Thursday, July 18, 2013

What We're Reading: New Gay Fiction

The year 2013 has been an annus mirabilis for author Benjamin Alire Sáenz. Earlier in the year his groundbreaking young adult novel, Aristotle and Dante Discover the Secrets of the Universe, was honored in three different genre categories that are awarded annually by the American Library Association, something that is unprecedented in the history of the ALA’s awards. It was chosen as a Printz Honor Book for young adult literature, as the winner of the Stonewall Book Award for young adult literature for gay teens, and as the winner of the Pura Belpre Award, which is presented annually to a Latino/Latina writer and illustrator “whose work best portrays, affirms, and celebrates the Latino cultural experience in an outstanding work of literature for children and youth.”


In March he became the first Latino writer to win the prestigious Pen/Faulkner Award for his collection of short stories for adult readers, Everything Begins and Ends at the Kentucky Club. In June that same book won the Lambda Literary Foundation’s award for best gay fiction while his young adult novel, Aristotle and Dante Discover the Secrets of the Universe, won Lambda’s award for children’s and young adult fiction. Sáenz is a previous American Book Award winner for his book of poetry Calendar of Dust, and has been the recipient of numerous literary awards and fellowships in his career. He has published five novels, books of poetry, books for young adults, children’s books, and two short story collections.

Benjamin Alire Sáenz was born in 1954 in Old Picacho, a small farming community outside of Las Cruces, New Mexico , and was the fourth of seven children raised in a traditional Mexican-American Catholic family. He entered the seminary in 1972 and, after concluding his theological studies at the University of Louvain, was ordained a Catholic priest. He left the priesthood three and a half years later. At age 30, he entered the University of Texas at El Paso, and did postgraduate studies at the University of Iowa and at Stanford University. In 1993 Sáenz returned to El Paso to teach in the bilingual MFA program at the University of Texas. He is currently the chair of the writing department there.

Aristotle and Dante Discover the Secrets of the Universe and Everything Begins and Ends at the Kentucky Club, although they have thematic affinities, are curiously different in tone. Juxtaposed, they comprise a kind of novelistic equivalent of William Blake’s Songs of Innocence and Songs of Experience. In an interview for National Public Radio, Sáenz said, “I think I needed to write this book because I had such difficulties coming to terms with my own sexuality...I was abused as a boy, and the thought of being with a man was not very appealing, to say the least.” Sáenz’s coming out did not happen until much later in his life, when he was 54 years old. When you know the author’s personal history, and also read the very different stories in Everything Begins and Ends at the Kentucky Club, you realize that in some sense Aristotle and Dante is for Sáenz the story of a missed and alternative youth, an idealized coming of age story and adventure of self discovery that we might hope someday could be the unremarkable and common experience of both straight and gay youth. There is an innocence, a sweetness, and a romantic edge to the story of Aristotle and Dante that you know was missing in Sáenz’s own young life. Aristotle and Dante is a book of hope: It presents a positive image not only of gay youth but of gay Mexican-American youth. In the same NPR interview, Sáenz says that he started to write Aristotle and Dante at a period of time when he thought there was a heightened amount of racism and anti-Mexican rhetoric in American culture and politics. He felt it was important to challenge stereotypes of Mexican Americans as recent immigrants and as unskilled labor, “We have a long history in this country, and we’re not all workers with our hands. There are a lot of professional Mexican-Americans, and it’s just not presented in the literature.” In Aristotle and Dante Sáenz gives us a portrait of such a family of “professionals,” and he tells a story that shows us that the socio-economic and educational differences between Dante’s family and Aristotle’s family do not transcend the cultural affinities of the two families or their ability to be friends. The two female parents that Sáenz creates are both remarkable Mexican-American women and challenge common stereotypes. The male parents are supportive, open-minded, and nurturing.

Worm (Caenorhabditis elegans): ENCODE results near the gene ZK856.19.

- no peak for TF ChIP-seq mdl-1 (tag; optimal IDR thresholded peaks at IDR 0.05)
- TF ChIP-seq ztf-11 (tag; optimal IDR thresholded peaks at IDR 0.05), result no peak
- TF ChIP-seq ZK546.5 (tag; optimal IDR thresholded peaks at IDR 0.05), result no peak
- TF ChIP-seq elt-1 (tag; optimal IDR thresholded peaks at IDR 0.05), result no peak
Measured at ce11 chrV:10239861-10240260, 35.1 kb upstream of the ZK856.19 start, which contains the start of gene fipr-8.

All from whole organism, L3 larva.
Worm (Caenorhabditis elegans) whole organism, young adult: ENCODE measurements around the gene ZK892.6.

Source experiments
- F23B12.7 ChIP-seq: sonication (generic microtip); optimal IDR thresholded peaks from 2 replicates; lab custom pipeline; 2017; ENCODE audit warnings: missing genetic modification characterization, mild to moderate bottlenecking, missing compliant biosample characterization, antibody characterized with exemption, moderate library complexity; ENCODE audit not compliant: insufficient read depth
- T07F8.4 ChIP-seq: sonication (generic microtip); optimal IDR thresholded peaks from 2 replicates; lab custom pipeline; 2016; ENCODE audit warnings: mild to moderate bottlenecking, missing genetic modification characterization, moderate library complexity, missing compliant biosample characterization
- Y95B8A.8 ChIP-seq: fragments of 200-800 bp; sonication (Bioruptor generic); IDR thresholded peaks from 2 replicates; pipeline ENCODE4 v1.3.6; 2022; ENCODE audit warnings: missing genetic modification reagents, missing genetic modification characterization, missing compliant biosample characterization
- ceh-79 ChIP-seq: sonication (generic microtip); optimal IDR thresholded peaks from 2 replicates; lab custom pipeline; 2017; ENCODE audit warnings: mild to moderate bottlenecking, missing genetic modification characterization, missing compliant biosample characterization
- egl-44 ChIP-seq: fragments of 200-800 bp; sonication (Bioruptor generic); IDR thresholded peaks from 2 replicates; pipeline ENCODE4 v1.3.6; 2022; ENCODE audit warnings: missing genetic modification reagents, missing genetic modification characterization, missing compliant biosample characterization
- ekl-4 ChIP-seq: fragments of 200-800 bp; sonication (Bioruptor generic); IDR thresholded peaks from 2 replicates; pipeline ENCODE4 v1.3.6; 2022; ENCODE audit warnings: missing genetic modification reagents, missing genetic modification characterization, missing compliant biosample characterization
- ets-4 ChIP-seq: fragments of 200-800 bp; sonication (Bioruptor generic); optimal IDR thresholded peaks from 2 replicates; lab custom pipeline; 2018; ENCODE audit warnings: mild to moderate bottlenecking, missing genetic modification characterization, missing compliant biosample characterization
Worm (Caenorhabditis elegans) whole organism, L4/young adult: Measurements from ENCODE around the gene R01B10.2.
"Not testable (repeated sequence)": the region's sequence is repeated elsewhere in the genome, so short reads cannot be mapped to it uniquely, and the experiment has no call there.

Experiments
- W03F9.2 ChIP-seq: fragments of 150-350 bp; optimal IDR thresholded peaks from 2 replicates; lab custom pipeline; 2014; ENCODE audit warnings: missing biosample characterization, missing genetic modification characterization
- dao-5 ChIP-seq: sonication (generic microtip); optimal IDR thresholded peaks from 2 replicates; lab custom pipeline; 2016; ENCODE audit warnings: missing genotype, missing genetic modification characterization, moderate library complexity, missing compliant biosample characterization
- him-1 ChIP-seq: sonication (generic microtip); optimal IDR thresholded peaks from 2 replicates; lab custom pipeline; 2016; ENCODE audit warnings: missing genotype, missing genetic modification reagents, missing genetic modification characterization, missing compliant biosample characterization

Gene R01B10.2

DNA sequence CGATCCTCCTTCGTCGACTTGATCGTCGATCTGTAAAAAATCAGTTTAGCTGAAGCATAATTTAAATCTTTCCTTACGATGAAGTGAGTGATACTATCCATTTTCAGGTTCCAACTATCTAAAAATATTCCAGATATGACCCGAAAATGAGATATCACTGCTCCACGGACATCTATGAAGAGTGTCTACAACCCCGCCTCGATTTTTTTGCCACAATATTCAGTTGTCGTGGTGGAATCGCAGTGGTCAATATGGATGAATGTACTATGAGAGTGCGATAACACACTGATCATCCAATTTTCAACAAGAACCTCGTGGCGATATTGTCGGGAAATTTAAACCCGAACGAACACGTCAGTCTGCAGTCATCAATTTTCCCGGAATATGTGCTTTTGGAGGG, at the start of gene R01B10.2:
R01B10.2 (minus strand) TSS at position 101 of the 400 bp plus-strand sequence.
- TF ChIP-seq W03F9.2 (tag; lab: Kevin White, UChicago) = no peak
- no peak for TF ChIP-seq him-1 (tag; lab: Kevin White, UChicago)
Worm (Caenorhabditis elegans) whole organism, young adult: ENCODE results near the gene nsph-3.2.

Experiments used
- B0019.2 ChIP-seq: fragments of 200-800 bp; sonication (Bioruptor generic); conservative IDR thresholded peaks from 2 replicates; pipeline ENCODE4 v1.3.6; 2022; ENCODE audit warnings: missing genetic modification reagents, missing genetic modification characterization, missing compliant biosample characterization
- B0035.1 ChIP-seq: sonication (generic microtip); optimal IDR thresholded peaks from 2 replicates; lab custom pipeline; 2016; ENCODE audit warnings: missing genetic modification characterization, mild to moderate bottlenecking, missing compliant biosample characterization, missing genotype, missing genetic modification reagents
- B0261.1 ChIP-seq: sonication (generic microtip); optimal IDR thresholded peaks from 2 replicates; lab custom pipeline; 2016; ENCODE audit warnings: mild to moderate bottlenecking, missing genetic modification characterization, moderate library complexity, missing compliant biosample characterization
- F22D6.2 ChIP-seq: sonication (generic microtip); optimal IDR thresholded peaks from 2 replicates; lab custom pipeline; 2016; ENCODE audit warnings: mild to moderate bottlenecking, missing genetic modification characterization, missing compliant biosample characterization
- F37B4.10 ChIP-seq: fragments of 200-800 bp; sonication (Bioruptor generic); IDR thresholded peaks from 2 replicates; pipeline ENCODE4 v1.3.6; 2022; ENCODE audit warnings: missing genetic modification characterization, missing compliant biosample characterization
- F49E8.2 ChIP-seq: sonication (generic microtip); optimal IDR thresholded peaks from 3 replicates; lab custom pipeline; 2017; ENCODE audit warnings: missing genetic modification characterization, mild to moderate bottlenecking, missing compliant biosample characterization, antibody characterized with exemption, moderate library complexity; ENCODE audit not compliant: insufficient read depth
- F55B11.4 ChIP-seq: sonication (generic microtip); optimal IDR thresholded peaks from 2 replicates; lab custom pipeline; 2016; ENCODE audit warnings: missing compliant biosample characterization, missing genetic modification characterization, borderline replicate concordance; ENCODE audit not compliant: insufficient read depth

The people we encounter in the stories of Everything Begins and Ends at the Kentucky Club are the dark negatives of these characters: distant and abusive fathers who seem to detest their children, mothers who abandon their children, and their now-middle-aged sons who seem to carry around a permanent burden of hurt and social isolation from the hard experience of gay youth, an experience that Dante and Aristotle have managed to evade in the refuge of Saenz’s imagination. The difficulty of love between sons and fathers is a recurring theme in these stories. All of them are set in El Paso, Texas and the nearby Mexican border town of Ciudad Juárez, where the notorious drug trade and violence of the region often shadows a deeply personal story. Borders, rules and boundaries figure as important tropes for lives built on the business of mitigating hurt and seeking survival. It is in the nature of short stories that they are evocative and symbolic, literary devices that are a shorthand of the form used to suggest depths and secrets that would be drawn out in detail in the more prodigal economy of a novel. The major themes of this collection are revisited in variations from story to story, the voice of each individual narrator sounds familiar from one story to another. These continuities give the collection a uniform texture and consistency. The spell remains unbroken. In all of these stories, at some point, the characters find themselves at the Kentucky Club bar in Juárez, the place that in each story seems to be some point of stasis at a beginning or an end, the place where the characters for a brief moment find the human connection and peace that seems to elude them in their quotidian lives. But the great and memorable image that connects both Aristotle and Dante and Everything Begins and Ends at the Kentucky Club is that of rain in the desert. Whatever the light and dark opposing tones of these two volumes, the rain sweeps through each of them with the same meaning and resonance in Saenz’s hands, a phenomenon that seems to transcend both sorrow and promise in a present and enduring moment of blessing. If you want the whole sad and softly beautiful story Saenz has to tell, read both of these books and wander the space between them.